Tuesday, 14 March 2017

How I Edit My Instagram Pictures

How I Edit My Instagram Pictures

I absolutely love Instagram, and even with all the changes it has been through recently it is still my favourite social media platform. Call me sad but taking pictures for Instagram and my blog is one of my favourite things to do, and I enjoy putting together a theme for my pictures so I have a cohesive Instagram feed. I thought I'd share today how I edit my Instagram pictures - the different apps I use on my phone including which settings I use, and how I use Photoshop for my DSLR photos. I hope you enjoy! 

When I first started using Instagram for makeup pictures (long before I started my blog), I always used my iPhone camera. Back then it was a 5S, now I have a 6S and currently wishing the rest of my contract away as speedily as possible to get the 7! Anyway, I don't think you necessarily need a DSLR camera to take great pictures these days, and I always used to manage with my phone. 

I won't go into how I take the pictures with camera settings etc or what props I use, as I think that could be covered in another blog post (let me know in the comments if you would be interested!), but I always try to take my iPhone pictures in natural light near the window. It makes a huge difference to photo quality and I cannot wait for the summer when the natural daylight lasts so much longer! 

I'll start with my iPhone pictures. I always start editing my pictures with the Snapseed app. I up the brightness, usually between 30-60 depending on the picture. The great thing about Snapseed is you can up the overall brightness of the picture but then use the 'Selective' tool to brighten specific areas. This means you can brighten a dark patch on a photo without having to up the overall brightness and turning other areas of the picture too grainy. 

How I Edit My Instagram Pictures

Next I will load them into Photoshop Express or Afterlight. I would say at the moment I use PS Express the most. Here I will up the Sharpness to between 20-30, and Reduce Noise to 15. I then play around with the contrast, but I tend not to go overboard because I don't like overly 'contrasty' pictures. I usually set it to 15 but obviously depending on the picture sometimes it can use a bit more. Lastly, I change the Temperature to be on the cooler side, and put the tint more towards the pink/violet side rather than green (usually about 10). I like my pictures to have a pinky undertone to them and I find by doing this I tend to get a more cohesive feed.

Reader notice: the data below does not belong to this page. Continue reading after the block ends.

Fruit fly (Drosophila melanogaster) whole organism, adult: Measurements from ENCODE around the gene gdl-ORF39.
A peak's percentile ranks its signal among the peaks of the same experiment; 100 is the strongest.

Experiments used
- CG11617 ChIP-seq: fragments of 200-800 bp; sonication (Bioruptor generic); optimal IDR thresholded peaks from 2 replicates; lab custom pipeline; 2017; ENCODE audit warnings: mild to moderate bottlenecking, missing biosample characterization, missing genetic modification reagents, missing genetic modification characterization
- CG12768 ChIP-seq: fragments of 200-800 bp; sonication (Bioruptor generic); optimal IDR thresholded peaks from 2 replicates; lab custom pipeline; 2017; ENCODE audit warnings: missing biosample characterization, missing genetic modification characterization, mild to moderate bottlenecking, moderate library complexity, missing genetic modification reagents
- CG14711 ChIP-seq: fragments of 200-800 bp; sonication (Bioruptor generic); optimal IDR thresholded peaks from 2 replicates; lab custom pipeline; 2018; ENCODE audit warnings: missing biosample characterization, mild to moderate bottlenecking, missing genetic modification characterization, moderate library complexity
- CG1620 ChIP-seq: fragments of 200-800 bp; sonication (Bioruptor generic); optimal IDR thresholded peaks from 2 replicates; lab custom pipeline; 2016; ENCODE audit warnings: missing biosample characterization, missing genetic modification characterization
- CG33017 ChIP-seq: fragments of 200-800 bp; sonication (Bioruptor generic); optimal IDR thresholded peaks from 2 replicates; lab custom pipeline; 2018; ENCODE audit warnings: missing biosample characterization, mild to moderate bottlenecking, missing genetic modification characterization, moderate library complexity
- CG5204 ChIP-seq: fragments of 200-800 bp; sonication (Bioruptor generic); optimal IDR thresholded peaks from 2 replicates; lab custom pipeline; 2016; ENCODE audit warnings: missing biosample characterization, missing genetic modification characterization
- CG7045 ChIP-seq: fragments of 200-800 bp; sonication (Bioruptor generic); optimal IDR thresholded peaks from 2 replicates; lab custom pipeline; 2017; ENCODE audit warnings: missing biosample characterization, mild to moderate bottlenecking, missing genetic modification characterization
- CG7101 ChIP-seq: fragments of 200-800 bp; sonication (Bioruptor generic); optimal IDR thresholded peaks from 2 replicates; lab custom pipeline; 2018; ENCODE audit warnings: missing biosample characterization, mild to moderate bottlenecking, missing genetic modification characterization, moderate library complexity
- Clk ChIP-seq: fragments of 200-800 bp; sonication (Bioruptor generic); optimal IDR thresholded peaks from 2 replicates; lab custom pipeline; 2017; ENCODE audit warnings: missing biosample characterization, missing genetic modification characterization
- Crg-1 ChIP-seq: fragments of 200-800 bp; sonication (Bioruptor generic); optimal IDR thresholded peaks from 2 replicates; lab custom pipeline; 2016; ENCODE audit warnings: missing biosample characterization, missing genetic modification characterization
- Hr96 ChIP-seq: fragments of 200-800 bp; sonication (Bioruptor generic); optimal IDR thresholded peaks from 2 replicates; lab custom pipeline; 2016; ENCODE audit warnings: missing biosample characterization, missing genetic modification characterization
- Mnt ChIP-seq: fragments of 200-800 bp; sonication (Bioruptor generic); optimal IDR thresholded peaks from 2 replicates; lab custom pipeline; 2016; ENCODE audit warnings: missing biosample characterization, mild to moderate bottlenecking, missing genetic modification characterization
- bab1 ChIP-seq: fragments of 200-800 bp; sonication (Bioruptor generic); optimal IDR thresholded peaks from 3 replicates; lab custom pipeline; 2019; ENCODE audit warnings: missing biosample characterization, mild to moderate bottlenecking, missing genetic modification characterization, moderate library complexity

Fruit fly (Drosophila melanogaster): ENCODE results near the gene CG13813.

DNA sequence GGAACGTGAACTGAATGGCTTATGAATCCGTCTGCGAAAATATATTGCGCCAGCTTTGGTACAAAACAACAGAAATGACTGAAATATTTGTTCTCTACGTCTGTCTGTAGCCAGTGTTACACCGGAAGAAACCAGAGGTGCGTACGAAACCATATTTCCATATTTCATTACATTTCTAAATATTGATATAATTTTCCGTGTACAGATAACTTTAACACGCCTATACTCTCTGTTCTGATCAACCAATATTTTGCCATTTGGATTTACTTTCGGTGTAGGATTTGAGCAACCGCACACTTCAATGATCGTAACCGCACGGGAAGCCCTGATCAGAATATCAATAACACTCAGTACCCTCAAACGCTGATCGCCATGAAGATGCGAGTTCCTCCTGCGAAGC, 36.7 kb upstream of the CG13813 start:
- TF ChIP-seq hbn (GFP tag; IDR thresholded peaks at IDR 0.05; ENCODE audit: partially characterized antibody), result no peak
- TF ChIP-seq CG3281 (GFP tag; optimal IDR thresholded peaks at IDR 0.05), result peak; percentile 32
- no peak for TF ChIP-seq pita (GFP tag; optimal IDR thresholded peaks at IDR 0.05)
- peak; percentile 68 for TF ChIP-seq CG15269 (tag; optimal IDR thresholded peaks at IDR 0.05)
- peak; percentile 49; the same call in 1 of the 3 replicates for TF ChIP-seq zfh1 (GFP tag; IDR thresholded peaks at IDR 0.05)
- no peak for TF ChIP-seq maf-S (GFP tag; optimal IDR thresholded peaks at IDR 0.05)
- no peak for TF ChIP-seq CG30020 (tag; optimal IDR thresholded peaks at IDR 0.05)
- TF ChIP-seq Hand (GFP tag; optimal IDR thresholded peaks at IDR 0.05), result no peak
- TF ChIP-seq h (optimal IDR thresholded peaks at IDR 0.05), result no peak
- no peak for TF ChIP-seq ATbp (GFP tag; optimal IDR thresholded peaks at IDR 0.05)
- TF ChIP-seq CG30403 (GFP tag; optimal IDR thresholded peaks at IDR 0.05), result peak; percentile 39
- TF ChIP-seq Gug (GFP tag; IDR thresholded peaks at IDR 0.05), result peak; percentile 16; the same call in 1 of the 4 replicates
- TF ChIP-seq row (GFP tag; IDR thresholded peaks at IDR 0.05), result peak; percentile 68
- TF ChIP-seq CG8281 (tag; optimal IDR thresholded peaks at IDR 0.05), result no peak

How I Edit My Instagram Pictures

I don't use Afterlight too often but I do tend to rely on it if I find that the colour balance is way off. The advantage to using Afterlight is that you can alter the highlights, mid-tones and shadow colour balance independently of each other. I find that if the whites on my picture (for example, my marble background) have a greeny/aqua tone to them I can up the Red Highlight setting (usually to around 10/15) and it will correct the whites without turning the whole picture pink. Similarly if the whites have a real yellow tone to them, I will up the Blue Highlight setting to balance the picture without turning the whole picture blue, just the highlights. (Really hope this is making sense!) 

And that's really it with my iPhone pictures! I don't tend to do too much to them. With all of my settings apart from brightness, I try to keep the settings quite low to avoid over processing or over filtering. I know another app people love is VSCO Cam; I really love this app too but I rarely use it for my Instagram pictures, I tend to use it more for my personal pictures that I keep on my phone. 

How I Edit My Instagram Pictures

Now onto my DSLR pictures. Again I try not to go crazy - I pretty much keep to the same formula so that my pictures tend to look in-keeping with each other. I shoot in RAW, so when I open a photo in Photoshop, it opens it with the Camera RAW window. If yours doesn't do this you can also find the Camera RAW filter under the filter menu or please Shift+CTRL+A.

I always up the exposure; depending on how good the light was on the day I took the pictures, this can range anywhere from 0.50 to 1.30. I usually up the Highlights to 20 and the Whites to 20, and that's it! I sometimes up the contrast to be between 5 and 10, depending on the picture, and I don't touch the Shadows or Blacks settings at all. I also never touch the White Balance Settings in this window, I do this separately after I'm done with all settings in Camera RAW. 

How I Edit My Instagram Pictures

The next thing I do is to correct the colour balance. Photoshop has a setting that can do this automatically for you, but whenever I've tried it it usually turns my pictures green! I like to do it manually by clicking on Image > Adjustments > Colour Balance. I then play around with the settings until I'm happy with the result. Again, to see what colours I want to balance, I look at the white areas of my image. If I see any particular colour I use the colour sliders to up the opposite colour - so for example if it has a really yellow undertone I will slide the yellow/blue slider more towards the blue side until the white looks as close to white as possible. Sometimes I do slightly add a bit more red and blue than I need to, to achieve that pinky tone that I like in my IG pictures. 

Again, that's it! Hopefully you can see I don't go crazy with tons of edits. I sometimes shoot a lot of pictures in one day so it's good to have a little routine with editing your pictures, it makes it so much quicker to edit a load of photos in one go. Hopefully this was a helpful little insight into how I edit my pictures, if you have any questions leave them in the comments and I'll try my best to answer them! 

xoxo

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